BLACKSBURG – The Virginia Tech football team will open practice for the 2013 season on Monday evening, but just hours beforehand, members of the media met with several of Tech’s coaches to talk about an array of topics.
Arguably the most surprising news of the day came when it was learned that Joel Caleb would be getting reps at tailback. The redshirt freshman had spent the entire spring practice working at receiver, but the coaches saw a need at tailback following Michael Holmes’ dismissal from school.
“We lost Michael, and he was one of our bigger backs,” running backs coach Shane Beamer said. “Coming out of spring, we felt we had two backs who could pound it up in there in goal-line and short-yardage situations – Michael and Trey [Edmunds]. Then when you lose Michael, you’re down to just one big back. Not that Tony Gregory or [Chris] Mangus couldn’t do it, but we’d like to have a bigger guy to do certain things.
“The worst case scenario, we’d have Joel in there in case Trey were to get hurt, and he’d have a general understanding of what we’re doing offensively.
“The other thing is that good things happen when the ball is in his [Caleb’s] hands. We’re not giving up on him as a receiver by any stretch. He’s excited about the move. He was a high school quarterback, and he’s used to having the ball in his hands. He hasn’t had a lot of opportunities here, but when he has had the ball in his hands, good things have happened.”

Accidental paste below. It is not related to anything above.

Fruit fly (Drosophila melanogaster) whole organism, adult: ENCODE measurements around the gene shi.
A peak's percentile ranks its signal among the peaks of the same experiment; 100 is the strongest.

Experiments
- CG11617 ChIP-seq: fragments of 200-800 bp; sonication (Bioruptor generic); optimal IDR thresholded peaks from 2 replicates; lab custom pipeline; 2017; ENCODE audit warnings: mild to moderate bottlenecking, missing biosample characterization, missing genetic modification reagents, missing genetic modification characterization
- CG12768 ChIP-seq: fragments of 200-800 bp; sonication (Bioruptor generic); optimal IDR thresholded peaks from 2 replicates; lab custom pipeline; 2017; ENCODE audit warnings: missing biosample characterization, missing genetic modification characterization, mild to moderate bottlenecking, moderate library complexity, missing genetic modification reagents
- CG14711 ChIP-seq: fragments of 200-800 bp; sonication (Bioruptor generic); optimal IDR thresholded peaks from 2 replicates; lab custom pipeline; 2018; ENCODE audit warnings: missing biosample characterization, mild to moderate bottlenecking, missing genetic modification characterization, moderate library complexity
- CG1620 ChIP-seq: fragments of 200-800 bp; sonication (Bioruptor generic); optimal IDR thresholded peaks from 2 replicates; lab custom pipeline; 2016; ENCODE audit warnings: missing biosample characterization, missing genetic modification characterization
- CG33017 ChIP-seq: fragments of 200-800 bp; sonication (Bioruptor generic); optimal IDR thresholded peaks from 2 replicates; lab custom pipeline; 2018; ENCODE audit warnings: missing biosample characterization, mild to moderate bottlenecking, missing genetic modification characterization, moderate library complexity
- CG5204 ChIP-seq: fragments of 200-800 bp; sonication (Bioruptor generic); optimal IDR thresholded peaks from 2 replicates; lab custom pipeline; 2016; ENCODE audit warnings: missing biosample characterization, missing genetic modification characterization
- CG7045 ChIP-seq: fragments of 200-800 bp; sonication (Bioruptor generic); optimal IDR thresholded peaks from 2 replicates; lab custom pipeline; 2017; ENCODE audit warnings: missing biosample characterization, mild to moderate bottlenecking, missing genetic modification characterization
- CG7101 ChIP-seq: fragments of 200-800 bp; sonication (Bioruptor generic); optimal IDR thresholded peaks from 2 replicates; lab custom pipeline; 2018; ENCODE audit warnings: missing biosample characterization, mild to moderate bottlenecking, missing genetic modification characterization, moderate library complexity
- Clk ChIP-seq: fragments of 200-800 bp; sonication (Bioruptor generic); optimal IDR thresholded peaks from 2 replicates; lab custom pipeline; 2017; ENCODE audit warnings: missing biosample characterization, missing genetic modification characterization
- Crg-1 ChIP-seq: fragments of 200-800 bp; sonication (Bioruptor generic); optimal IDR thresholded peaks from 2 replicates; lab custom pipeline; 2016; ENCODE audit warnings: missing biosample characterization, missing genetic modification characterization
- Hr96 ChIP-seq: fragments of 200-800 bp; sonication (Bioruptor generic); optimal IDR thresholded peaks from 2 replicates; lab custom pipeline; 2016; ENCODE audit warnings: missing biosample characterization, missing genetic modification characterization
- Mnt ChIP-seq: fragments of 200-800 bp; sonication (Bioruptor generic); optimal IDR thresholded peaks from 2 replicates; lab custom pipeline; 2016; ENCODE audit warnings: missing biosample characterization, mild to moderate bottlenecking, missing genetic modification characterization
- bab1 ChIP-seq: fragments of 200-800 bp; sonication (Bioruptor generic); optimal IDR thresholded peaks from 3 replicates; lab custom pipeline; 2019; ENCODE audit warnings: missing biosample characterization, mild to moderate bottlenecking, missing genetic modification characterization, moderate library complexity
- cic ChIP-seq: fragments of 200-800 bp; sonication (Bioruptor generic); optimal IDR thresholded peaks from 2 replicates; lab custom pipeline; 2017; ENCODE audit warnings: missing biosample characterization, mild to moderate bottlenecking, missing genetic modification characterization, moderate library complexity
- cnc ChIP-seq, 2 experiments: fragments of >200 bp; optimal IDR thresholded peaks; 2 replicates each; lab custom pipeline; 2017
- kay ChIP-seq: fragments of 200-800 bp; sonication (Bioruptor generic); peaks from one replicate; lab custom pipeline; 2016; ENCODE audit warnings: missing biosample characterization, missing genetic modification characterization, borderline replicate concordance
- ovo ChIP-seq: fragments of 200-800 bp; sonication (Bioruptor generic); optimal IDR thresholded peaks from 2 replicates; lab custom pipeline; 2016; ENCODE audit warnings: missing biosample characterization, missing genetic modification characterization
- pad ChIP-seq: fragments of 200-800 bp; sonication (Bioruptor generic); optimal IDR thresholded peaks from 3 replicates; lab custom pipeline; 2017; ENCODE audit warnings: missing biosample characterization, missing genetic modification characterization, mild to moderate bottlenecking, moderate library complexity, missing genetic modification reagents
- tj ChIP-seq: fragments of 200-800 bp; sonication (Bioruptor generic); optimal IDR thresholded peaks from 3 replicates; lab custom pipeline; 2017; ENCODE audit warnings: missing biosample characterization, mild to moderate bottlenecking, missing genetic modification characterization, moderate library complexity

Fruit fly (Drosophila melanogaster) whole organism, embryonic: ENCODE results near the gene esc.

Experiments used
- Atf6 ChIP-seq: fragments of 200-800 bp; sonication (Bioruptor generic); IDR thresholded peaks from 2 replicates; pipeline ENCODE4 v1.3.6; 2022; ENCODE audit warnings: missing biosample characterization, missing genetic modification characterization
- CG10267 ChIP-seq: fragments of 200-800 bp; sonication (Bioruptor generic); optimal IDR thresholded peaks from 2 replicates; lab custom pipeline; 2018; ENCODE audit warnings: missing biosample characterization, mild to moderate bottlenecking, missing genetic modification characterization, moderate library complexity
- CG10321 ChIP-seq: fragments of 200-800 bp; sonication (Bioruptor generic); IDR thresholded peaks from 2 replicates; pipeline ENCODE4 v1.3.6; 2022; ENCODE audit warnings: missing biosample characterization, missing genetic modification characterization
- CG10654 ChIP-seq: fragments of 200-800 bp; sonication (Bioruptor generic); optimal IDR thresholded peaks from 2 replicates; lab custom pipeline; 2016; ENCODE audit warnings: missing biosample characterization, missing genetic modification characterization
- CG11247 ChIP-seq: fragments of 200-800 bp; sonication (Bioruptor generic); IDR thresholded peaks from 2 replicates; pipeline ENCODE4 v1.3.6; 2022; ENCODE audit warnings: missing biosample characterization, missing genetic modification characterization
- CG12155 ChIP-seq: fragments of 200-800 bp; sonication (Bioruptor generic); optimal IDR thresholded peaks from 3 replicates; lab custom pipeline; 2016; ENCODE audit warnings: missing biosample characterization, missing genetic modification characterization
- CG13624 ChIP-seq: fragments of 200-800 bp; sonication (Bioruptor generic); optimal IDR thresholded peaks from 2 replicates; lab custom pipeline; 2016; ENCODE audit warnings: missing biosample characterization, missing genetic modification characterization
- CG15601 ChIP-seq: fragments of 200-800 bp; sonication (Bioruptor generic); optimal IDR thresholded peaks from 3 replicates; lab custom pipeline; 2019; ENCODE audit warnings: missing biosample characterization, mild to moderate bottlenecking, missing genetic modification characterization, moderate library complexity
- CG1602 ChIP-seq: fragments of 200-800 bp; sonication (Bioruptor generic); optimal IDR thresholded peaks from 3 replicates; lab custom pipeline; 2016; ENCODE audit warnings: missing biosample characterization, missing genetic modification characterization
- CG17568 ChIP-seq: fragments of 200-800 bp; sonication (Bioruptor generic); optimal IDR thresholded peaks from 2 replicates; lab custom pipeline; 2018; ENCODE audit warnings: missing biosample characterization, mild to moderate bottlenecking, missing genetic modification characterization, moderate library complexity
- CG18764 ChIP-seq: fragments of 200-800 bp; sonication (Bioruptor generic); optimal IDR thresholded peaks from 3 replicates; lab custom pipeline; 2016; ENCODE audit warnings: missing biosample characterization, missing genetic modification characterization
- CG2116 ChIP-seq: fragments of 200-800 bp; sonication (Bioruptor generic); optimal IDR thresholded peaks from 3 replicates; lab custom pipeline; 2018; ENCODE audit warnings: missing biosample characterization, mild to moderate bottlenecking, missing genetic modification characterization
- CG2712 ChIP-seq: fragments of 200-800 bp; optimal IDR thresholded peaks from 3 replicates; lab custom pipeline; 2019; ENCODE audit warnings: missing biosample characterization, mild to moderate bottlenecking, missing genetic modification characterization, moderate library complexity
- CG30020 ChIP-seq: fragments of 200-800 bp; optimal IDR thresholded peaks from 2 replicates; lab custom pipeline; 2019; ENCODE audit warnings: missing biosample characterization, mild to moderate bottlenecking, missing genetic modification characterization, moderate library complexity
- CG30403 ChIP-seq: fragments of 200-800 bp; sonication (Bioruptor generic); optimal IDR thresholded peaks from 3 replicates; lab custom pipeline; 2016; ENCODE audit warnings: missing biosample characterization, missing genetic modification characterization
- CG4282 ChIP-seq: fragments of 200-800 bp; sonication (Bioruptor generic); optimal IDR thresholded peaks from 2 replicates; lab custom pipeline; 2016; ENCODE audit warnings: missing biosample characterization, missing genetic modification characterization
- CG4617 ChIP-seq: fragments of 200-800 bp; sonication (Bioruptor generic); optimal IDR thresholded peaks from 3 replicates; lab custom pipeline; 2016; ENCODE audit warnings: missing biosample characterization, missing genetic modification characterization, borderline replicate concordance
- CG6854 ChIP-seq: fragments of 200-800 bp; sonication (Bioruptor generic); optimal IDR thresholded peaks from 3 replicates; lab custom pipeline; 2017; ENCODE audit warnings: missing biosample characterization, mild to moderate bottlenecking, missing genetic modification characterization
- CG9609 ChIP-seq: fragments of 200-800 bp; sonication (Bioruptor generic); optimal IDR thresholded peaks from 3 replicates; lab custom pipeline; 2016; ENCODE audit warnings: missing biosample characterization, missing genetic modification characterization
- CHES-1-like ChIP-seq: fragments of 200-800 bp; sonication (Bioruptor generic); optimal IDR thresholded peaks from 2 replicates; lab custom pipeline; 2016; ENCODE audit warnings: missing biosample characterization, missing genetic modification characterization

Caleb was a SuperPrep and a PrepStar All-American quarterback coming out of Clover Hill High School in Midlothian, Va., but Tech’s staff recruited him as a receiver. He certainly possesses the ability to run the ball, having rushed for 747 yards as a senior and 843 yards as a junior. Also, at 205 pounds, he does give the Tech backfield some size.
Beamer said the staff mulled over several different guys, including receiver D.J. Coles, a former tailback in high school.
“[Antone] Exum’s on me about playing tailback,” Beamer added, laughing. “There are a lot of guys we talked about, but we felt Joel was the guy. Maybe that’s his position, maybe not. We’re going to take the first few days and see.
“The hardest thing for him will be learning the pass protection stuff. Learning the routes will be easy, and alignments are basic. The hardest thing will be the pass protection stuff and the footwork. Today’s practice, we’re doing in one day what we did in about five practices this spring. So that’s going to be hard for him. But the first two or three days is the bulk of everything, and then it eases up.”
Beamer said Caleb would be practicing exclusively with the tailbacks the first couple of days.
“Then we’ll see where things are,” he said.
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